I was recently asked by a colleague if I thought the current very aggressive push by the Chinese to become dominant in areas of technology through huge cash investments was going to pay off. My answer was as follows, but it is also a personal analysis of the current state of research (based on existing technology) of empathic-social robot design.
No, I don’t see China as becoming a dominant force in this area. The main reason being that despite the money being thrown around, Chinese investment climate has become so dominated by Chinese Communist Party paranoia [and their version of political correctness] that I can’t see it expanding–it’s getting pretty scary to work in China right now. Within China, (the other side of the Great Firewall), you have only limited access to the intellectual discussions going on in the rest of the world. A recent interview in Science by academics recently hired in China noted that they use “work-arounds” to website links that are grey zone–not approved but not shut down yet, but this changes daily as the central and regional governments tighten control.
Our work here (at CUH) suggests that a human-based bot has limited application, only as a tutor (sorry Sophia). While tremendously impressive from a technological and design standpoint, it is becoming more clear from the research that people won’t emotionally bond with it–the key is the development of a parasocial bond. Without that emotional-cognitive link they quickly loose interest (Wiki has a good article on parasocial).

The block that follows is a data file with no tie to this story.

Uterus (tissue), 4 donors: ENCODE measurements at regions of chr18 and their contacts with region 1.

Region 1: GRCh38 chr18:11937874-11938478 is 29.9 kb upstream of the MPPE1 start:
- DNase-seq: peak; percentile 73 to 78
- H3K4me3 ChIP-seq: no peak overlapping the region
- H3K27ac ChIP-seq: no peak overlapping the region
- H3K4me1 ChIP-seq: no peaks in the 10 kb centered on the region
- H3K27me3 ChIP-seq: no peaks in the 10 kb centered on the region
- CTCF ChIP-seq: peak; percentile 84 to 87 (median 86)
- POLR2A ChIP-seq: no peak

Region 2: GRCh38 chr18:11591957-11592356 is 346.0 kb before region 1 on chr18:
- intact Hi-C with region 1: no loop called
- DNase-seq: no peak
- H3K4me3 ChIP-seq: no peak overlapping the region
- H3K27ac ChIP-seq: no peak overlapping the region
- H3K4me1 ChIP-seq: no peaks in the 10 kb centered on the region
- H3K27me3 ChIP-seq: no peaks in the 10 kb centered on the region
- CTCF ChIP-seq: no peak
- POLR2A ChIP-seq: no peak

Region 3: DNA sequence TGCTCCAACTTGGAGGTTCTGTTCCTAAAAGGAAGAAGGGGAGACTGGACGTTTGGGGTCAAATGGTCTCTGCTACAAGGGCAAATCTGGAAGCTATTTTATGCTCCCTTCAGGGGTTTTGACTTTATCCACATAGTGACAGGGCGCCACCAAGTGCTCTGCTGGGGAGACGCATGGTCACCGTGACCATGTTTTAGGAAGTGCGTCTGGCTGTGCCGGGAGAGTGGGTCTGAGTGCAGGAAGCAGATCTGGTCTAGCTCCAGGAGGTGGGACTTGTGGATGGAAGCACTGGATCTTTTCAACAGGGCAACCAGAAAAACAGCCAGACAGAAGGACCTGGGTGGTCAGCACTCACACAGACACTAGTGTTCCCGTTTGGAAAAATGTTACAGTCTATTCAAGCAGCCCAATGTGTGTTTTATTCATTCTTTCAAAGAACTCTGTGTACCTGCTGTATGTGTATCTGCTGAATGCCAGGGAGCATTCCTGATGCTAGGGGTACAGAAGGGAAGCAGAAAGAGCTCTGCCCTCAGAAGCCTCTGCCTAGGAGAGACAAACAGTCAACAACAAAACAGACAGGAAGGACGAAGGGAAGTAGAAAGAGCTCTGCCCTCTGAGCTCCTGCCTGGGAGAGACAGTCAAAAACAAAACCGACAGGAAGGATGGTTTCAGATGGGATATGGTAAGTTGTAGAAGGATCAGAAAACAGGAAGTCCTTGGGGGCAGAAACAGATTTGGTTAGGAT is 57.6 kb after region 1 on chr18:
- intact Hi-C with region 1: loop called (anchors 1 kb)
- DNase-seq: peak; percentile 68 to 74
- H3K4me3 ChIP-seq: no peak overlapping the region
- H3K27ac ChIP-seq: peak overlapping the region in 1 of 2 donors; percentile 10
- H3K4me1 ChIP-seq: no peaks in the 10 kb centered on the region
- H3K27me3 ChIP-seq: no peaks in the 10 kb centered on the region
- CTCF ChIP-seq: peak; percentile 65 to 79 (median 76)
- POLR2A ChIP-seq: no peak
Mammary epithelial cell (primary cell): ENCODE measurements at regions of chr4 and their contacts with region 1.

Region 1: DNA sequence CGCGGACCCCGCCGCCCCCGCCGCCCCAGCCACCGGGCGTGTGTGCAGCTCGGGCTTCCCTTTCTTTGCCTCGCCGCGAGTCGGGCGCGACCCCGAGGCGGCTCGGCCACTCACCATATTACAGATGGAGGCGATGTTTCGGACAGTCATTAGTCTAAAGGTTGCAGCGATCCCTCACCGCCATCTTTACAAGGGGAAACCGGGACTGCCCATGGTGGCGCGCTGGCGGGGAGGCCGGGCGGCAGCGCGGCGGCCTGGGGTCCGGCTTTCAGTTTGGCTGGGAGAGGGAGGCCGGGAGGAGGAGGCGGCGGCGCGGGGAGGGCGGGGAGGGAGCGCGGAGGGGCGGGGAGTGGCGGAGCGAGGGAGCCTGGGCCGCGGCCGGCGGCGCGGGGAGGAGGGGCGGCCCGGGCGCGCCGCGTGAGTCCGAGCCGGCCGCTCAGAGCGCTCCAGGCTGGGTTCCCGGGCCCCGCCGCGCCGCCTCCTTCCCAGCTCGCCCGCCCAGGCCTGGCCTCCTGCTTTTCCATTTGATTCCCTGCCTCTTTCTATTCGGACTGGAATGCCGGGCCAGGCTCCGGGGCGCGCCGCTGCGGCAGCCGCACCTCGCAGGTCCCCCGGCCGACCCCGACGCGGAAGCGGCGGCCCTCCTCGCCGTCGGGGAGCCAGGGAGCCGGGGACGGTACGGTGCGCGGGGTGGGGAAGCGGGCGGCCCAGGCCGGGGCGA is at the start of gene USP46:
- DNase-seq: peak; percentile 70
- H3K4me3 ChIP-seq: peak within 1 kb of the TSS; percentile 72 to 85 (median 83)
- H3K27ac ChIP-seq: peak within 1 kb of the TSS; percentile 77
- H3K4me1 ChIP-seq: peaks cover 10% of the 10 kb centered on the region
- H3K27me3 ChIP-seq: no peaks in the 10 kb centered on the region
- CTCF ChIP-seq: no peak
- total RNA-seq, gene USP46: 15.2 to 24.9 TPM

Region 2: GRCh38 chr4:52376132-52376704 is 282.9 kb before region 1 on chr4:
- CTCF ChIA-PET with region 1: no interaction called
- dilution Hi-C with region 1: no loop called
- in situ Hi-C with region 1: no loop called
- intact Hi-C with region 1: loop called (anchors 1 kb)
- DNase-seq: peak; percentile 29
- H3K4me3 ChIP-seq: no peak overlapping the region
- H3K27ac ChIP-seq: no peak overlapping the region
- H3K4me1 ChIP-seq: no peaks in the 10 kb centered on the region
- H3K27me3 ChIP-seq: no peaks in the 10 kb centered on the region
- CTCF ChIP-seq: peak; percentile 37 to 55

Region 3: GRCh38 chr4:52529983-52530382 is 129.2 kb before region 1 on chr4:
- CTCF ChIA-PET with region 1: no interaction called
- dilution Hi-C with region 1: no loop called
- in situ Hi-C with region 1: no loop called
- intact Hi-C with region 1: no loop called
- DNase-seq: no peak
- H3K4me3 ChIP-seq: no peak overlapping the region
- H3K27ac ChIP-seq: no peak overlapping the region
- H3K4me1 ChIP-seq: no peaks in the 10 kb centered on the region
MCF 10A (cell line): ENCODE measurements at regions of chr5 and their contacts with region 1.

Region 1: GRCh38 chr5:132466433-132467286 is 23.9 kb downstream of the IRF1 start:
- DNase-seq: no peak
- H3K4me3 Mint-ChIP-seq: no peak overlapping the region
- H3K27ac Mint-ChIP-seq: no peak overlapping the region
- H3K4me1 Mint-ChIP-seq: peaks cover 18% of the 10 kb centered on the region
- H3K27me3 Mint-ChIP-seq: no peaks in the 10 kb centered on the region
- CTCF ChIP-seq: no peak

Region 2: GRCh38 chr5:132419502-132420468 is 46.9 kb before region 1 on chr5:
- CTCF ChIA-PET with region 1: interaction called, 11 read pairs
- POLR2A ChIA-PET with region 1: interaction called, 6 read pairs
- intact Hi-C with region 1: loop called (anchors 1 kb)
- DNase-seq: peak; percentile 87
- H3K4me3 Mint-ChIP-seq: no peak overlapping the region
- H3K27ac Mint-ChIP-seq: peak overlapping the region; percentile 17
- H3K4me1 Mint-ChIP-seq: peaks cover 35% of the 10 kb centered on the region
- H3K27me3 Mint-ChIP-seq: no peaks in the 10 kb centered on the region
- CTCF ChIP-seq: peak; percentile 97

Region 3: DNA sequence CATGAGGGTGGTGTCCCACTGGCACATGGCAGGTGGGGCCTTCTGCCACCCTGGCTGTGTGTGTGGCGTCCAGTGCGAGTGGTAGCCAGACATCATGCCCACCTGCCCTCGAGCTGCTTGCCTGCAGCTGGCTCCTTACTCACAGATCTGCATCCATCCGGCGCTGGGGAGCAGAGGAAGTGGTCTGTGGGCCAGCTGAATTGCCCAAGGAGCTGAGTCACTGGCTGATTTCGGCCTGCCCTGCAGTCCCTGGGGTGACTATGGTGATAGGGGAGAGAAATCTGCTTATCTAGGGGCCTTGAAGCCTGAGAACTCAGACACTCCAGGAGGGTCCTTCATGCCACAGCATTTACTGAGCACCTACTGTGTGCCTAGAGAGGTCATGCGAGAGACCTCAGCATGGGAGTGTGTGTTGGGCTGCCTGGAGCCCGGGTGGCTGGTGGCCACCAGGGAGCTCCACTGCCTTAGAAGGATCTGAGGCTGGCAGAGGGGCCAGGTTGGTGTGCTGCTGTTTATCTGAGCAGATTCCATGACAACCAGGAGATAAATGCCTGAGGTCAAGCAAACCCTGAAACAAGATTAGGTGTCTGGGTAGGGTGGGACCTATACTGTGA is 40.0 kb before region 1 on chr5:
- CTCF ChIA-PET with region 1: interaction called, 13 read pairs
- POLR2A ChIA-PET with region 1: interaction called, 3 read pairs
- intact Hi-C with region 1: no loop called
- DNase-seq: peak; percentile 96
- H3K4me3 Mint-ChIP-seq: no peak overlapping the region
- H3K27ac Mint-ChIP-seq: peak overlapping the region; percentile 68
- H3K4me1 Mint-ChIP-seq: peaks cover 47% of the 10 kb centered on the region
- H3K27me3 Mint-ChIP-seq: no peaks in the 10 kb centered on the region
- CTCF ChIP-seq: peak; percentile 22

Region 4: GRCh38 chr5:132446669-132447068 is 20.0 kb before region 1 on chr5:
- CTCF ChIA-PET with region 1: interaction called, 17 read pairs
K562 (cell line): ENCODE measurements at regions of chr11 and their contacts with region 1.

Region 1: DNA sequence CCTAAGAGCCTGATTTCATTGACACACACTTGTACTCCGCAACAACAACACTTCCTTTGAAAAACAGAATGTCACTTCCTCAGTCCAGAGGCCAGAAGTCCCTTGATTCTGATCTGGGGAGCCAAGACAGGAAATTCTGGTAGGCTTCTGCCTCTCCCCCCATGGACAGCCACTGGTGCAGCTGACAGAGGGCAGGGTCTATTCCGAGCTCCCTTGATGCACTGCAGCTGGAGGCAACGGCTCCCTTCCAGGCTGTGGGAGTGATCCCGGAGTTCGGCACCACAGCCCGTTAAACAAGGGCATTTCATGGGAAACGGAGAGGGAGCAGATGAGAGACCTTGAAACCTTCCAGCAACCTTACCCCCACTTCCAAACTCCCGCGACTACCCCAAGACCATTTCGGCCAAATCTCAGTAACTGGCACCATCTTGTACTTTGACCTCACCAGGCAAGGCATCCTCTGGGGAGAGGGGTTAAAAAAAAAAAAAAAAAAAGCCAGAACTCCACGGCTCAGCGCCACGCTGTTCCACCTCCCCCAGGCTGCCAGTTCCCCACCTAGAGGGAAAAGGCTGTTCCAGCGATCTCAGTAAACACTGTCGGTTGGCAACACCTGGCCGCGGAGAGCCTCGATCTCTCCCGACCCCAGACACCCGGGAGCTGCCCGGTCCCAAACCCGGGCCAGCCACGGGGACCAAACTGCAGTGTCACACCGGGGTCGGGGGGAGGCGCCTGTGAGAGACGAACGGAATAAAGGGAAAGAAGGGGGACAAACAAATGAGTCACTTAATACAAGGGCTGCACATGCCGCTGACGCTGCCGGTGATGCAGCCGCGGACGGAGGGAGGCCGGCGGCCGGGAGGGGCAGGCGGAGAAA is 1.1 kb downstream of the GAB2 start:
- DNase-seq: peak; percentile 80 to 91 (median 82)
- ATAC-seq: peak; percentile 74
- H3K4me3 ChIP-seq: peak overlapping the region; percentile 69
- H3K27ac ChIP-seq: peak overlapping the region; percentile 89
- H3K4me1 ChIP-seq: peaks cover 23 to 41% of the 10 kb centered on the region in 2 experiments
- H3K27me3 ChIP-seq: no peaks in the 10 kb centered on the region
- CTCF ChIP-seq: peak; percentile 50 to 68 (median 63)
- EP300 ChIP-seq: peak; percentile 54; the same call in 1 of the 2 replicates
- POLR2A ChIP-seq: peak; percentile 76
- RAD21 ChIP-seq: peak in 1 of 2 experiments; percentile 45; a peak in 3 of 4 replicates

The emotional bond-link turns out to be key–everything else hinges on that. If you have that bond, you not only have a high comfort level interacting with the bot, but also are much more liable to take it’s suggestions or recommendations to heart, and follow through on them. If you want an image, think of a bot version of a comfort animal–if you would a more sophisticated version of the Hasbro/Sega cat. It not only is comforting, but supportive, providing companionship.
When you combine a cute zoomorphic “cuddly-cute” bot, designed to be carried around, that can interact with you in customized fashion 24/7–that’s the future. This allows the emotional support people crave in our socially isolating world, but it also has practical utility in that would be designed with Alexa-type functionality. In this view, Hanson’s Einstein direction works for specialized areas, such as a tutorial bot, but that’s going to be a small (and shrinking) market when (not if) more emotionally engaging bots hit the stage.